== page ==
Even small thunderstorms can cause huge polar cyclones on Saturn

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Published: June 17, 2015 12:55:28 AM

Astronomers have recently revealed that minor weather conditions such as thunderstorms can lead to huge cyclones on the surface of Saturn.

Astronomers have recently revealed that minor weather conditions such as thunderstorms can lead to huge cyclones on the surface of Saturn.

Atmospheric scientists at MIT proposed a possible mechanism for Saturn’s polar cyclones: Over time, small, short-lived thunderstorms across the planet might build up angular momentum, or spin, within the atmosphere, ultimately stirring up a massive and long-lasting vortex at the poles.

The researchers developed a simple model of Saturn’s atmosphere, and simulated the effect of multiple small thunderstorms forming across the planet over time. Eventually, they observed that each thunderstorm essentially pulls air towards the poles, and together, these many small, isolated thunderstorms can accumulate enough atmospheric energy at the poles to generate a much larger and long-lived cyclone.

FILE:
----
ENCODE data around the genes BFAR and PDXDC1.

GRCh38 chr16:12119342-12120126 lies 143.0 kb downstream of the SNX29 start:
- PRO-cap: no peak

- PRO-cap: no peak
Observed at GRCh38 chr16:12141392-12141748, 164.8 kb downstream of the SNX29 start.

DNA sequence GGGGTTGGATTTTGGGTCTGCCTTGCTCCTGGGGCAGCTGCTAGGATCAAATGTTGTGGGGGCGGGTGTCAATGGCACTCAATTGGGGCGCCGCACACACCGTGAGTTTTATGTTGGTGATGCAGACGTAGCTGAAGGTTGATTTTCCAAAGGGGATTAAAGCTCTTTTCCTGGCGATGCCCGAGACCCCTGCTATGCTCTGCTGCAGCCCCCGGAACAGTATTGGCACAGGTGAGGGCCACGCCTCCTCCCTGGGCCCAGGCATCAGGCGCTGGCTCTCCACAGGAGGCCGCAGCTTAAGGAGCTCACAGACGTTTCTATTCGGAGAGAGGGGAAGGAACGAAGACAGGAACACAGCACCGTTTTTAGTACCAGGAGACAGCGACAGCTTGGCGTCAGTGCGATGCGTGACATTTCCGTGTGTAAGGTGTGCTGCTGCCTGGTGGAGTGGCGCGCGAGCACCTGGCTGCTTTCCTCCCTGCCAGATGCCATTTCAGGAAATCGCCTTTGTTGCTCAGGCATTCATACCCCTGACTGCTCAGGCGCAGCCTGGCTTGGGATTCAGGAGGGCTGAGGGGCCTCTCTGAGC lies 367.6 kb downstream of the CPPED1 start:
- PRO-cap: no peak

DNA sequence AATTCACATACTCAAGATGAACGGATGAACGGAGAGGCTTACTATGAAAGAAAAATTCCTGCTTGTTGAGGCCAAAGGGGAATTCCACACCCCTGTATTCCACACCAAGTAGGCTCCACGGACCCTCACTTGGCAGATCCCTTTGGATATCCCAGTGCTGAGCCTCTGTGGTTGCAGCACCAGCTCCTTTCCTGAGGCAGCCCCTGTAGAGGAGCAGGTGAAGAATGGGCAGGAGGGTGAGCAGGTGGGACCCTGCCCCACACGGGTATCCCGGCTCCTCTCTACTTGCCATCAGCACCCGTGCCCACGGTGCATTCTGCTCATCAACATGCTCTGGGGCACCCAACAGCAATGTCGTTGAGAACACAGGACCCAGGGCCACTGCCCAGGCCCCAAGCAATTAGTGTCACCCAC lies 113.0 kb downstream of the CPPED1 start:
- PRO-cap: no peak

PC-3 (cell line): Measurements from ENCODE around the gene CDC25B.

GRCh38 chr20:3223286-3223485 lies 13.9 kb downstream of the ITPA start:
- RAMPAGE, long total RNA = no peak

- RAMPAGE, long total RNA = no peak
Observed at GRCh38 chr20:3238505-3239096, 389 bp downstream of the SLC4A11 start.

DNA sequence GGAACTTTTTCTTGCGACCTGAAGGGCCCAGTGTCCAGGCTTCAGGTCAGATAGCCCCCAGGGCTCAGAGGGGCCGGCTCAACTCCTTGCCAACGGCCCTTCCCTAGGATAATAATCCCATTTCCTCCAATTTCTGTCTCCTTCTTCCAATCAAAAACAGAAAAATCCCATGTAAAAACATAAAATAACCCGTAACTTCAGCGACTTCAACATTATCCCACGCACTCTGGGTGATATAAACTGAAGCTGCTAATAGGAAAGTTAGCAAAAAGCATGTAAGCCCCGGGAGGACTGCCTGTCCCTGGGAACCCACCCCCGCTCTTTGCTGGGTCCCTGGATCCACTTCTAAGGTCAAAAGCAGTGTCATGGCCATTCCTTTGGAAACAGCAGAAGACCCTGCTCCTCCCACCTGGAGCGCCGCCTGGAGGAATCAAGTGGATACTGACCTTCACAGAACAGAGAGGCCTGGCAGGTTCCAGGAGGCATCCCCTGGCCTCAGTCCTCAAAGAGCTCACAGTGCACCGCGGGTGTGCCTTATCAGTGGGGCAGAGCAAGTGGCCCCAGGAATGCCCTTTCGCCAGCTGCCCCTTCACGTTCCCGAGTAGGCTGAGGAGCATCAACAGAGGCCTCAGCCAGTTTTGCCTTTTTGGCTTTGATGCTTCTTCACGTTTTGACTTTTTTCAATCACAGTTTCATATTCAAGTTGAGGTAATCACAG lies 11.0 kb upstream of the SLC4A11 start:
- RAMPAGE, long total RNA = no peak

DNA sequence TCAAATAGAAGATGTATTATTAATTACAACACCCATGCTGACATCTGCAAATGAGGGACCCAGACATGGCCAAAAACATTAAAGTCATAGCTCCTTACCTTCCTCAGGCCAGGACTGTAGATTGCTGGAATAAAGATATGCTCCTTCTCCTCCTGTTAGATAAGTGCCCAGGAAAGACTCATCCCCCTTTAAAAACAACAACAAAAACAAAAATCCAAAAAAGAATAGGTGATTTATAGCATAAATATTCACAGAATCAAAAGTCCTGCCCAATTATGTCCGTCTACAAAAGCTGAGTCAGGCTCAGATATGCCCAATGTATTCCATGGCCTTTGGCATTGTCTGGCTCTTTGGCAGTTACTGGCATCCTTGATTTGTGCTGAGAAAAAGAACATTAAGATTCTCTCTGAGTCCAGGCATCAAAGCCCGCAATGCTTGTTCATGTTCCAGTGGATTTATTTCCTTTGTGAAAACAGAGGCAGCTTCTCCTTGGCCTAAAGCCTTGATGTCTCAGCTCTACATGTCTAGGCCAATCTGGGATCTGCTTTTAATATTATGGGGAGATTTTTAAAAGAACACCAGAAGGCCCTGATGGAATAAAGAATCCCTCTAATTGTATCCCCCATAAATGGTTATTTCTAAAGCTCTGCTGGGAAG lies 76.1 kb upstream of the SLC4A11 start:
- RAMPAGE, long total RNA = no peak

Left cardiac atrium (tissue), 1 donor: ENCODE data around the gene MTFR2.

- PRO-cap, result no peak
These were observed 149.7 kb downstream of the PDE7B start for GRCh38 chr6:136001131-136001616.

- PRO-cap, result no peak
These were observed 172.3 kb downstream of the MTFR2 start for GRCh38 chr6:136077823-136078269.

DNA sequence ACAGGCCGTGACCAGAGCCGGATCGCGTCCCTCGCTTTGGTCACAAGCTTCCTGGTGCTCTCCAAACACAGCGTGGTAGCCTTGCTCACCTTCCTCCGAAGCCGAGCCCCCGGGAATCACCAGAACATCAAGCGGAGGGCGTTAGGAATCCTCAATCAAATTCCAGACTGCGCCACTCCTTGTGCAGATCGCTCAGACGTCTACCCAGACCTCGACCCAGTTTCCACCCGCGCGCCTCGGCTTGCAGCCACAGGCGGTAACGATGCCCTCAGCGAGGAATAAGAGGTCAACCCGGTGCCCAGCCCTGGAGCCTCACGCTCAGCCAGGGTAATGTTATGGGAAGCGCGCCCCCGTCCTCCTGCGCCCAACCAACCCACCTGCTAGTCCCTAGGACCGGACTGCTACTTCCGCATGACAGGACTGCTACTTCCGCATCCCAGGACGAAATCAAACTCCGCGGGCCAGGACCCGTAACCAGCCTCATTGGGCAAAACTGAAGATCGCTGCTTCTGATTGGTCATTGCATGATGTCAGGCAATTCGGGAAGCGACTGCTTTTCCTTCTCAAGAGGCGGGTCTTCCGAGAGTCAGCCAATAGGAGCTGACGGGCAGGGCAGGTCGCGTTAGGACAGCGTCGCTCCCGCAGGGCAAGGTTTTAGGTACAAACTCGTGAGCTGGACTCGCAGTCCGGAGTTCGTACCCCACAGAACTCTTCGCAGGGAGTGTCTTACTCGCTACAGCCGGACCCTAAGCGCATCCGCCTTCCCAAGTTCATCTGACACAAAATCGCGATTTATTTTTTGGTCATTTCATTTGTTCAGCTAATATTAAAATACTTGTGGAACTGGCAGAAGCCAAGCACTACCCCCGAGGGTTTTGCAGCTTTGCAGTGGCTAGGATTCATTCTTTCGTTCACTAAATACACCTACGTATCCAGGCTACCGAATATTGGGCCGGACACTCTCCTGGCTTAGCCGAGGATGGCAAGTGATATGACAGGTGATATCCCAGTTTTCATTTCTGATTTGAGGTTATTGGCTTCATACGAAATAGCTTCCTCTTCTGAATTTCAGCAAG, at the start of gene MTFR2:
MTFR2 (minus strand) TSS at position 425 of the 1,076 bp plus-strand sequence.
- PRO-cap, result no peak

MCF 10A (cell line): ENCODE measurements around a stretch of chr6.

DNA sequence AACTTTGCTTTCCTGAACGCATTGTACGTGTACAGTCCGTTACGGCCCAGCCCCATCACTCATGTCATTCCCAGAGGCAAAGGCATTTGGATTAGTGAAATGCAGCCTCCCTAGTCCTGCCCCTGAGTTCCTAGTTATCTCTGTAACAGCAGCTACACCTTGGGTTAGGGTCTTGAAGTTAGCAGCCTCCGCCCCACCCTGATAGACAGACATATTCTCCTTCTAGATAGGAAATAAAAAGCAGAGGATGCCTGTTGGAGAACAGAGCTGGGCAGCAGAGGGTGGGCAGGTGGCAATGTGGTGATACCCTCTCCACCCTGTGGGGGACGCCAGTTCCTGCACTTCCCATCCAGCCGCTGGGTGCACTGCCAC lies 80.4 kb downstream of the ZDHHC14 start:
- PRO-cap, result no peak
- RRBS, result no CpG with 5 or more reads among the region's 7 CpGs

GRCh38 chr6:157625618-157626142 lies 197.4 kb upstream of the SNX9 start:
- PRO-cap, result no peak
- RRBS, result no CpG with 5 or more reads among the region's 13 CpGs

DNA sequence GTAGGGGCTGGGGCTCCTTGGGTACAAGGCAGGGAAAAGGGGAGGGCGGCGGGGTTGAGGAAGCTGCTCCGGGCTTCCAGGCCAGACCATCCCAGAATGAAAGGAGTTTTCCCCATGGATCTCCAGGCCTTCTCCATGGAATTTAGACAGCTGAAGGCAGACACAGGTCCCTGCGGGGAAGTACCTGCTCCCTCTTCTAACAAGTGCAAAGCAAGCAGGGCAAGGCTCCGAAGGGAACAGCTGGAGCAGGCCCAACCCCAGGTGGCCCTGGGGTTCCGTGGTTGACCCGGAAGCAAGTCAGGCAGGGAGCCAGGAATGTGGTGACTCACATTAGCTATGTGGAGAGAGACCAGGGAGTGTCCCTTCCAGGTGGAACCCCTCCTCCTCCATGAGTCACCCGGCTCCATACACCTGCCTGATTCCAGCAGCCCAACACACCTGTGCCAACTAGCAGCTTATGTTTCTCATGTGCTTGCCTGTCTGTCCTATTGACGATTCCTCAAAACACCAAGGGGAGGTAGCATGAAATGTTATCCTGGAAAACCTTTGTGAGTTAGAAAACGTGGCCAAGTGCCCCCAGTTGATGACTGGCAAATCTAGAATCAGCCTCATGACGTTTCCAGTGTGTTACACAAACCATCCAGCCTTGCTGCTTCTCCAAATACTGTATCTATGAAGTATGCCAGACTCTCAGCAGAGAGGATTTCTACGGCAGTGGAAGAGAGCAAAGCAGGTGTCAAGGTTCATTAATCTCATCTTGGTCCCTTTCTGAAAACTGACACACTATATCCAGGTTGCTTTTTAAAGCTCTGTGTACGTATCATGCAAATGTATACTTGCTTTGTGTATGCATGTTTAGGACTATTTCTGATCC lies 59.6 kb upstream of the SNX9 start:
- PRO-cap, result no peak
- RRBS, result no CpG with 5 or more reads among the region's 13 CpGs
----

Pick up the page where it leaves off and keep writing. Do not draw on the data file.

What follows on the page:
The team found that whether a cyclone develops depends on two parameters: the size of the planet relative to the size of an average thunderstorm on it, and how much storm-induced energy was in its atmosphere. Given these two parameters, the researchers predicted that Neptune, which bears similar polar hotspots, should generate transient polar cyclones that come and go, while Jupiter should have none.

The combination of a planet’s rotation and a circulating storm generates secondary features called beta gyres that wrap around a storm and essentially split its dipole in half, tugging the top half toward the equator, and the bottom half toward the pole.

The team also explored conditions in which planets would not form polar cyclones, even though they may experience thunderstorms.

The researchers found that whether a polar cyclone forms depends on two parameters: the energy within a planet’s atmosphere, or the total intensity of its thunderstorms; and the average size of its thunderstorms, relative to the size of the planet itself. Specifically, the larger an average thunderstorm compared to a planet’s size, the more likely a polar cyclone was to develop.

The paper is published in the journal Nature Geoscience.

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